Insights on Agriculture: Agriculture should be praised and supported, not put down in schools


By Dale-Ila Riggs

In the school district where I live (New Lebanon, NY), it is estimated 59% of the graduating seniors plan to go on to college, but fully 41% do not.

What skills and job opportunities are students encouraged to explore? The number of jobs that are currently available to people with skills pertaining to agriculture is mind-boggling. Every single farmer I know is short on help, consequently they are not able to grow their business. A business that can’t grow does not help the local economy and subsequently they do not help other local businesses thrive.

Multiple universities have reams of studies that show for each agricultural job that is created, three other jobs in support industries and other businesses are created. Mountains of data have proven time and time again that communities that invest in their local natural resources and attributes have the best outcomes in economic development.

Upstate New York is an agriculturally rich area with many small farms that are in need of help to expand their operations and production. It’s a rewarding career path for both college-bound and non-college students.

Distressing feedback

All too often I hear from my employees, particularly those of high school and college age, that there is an active bias in our schools against people going into the agricultural sciences. The very strong message they have received is that “smart kids don’t go into agriculture.”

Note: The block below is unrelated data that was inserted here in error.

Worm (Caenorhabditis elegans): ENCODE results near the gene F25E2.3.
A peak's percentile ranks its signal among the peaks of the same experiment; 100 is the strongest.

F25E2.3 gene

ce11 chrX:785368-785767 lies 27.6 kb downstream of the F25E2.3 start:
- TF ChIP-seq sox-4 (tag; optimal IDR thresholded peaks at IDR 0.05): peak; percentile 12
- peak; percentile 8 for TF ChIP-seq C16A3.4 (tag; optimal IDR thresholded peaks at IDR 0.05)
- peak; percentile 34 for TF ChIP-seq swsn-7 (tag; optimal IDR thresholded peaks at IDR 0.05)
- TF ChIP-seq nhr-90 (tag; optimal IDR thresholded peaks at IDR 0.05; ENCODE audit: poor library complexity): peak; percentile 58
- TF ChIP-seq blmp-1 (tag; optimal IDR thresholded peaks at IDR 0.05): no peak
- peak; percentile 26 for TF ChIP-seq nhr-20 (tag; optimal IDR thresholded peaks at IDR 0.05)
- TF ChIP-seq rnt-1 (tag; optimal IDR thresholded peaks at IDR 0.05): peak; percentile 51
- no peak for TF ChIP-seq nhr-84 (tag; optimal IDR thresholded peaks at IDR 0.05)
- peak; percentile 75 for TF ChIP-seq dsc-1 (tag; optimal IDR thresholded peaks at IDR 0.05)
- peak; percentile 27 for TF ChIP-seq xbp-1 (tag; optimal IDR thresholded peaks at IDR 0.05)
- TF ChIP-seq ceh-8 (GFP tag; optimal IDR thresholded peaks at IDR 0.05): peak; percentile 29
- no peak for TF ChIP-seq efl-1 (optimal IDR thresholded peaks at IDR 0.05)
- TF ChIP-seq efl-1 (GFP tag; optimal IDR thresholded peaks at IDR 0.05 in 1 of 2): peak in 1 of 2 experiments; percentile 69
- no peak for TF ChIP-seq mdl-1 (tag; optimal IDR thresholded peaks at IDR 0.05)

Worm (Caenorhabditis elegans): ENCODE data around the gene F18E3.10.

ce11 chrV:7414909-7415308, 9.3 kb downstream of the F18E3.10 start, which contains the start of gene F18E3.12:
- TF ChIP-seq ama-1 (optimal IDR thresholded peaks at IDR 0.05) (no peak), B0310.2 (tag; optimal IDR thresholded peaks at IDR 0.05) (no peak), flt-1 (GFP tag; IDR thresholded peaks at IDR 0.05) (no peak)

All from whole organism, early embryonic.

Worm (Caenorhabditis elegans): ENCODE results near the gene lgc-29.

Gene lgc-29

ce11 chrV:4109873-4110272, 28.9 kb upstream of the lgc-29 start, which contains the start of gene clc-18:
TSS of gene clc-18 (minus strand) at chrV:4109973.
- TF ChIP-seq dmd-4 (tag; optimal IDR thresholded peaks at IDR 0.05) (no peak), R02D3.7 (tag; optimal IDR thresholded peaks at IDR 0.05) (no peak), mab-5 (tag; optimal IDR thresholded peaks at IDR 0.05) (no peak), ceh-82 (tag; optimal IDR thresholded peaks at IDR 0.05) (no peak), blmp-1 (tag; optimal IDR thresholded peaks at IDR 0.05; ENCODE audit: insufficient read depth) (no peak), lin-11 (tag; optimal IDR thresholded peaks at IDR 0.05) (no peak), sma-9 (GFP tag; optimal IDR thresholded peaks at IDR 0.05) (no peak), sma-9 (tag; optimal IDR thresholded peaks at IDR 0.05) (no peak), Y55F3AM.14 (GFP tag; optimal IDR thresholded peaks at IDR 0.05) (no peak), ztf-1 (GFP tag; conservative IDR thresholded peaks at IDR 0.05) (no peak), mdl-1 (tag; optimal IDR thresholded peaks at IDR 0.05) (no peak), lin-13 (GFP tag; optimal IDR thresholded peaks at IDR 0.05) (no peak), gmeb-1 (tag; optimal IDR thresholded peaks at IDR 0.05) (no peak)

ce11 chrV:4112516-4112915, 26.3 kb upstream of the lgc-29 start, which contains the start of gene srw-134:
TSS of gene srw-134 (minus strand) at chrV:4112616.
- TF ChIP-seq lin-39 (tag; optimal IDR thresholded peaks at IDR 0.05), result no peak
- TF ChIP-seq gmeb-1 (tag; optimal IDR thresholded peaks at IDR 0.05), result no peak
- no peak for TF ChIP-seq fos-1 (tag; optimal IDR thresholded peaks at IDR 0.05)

That would probably come as a surprise to the thousands of students (90%) seeking to attend Cornell’s College of Agriculture and Life Sciences who get turned down each year. It’s easier to be accepted into the College of Engineering than it is the agricultural business curriculum.

It is very distressing to me as the valedictorian of both my B.S and M.S degree programs, and as a multiple national award winner for research and education programs, that educators who are supposed to be helping students maximize their potential are so closed minded about agriculture and so disrespectful to the people that provide food for their local communities throughout the year.

It feeds the mind

What I have heard from students is that their Ag classes are the only classes where they get to use their minds, their hands and think about larger issues such as water resources and climate change. It’s the one class they look forward to attending.

One student told me, “All my other classes, I go in and they say, ‘Open your Chromebook, here’s today’s topic.’ All I do is look at a screen all day. In Ag class, I get to use my hands, I get to grow something and see how it changes. I feel like I have accomplished and created something. I am outside and talking about things that engage my mind.”

Speaking of the mind, the parents of another high schooler who works for us told me how much better the mental health of their child was when they were working at our farm. They lamented how quickly it would spiral downward when their farm employment ended.

So “smart students” are told they shouldn’t go into agriculture and should instead follow other career paths, such as “computer technology,” as they will make a lot more money. Really? Is what defines a mentally healthy, successful graduate their income? No wonder our younger generation has the worst outlook on life and the greatest mental health needs.

I am indescribably distressed that some of our brightest students are being actively discouraged from entering a field that has so many opportunities at all levels of educational attainment and for which there will always be jobs available. Agriculture is one of the sciences and deserves the respect all other professions receive.

Dale-Ila Riggs owns the Berry Patch farm in Stephentown and is the inventor of a unique netting system that has allowed her to grow pesticide-free berries despite an invasive insect that has changed berry production worldwide.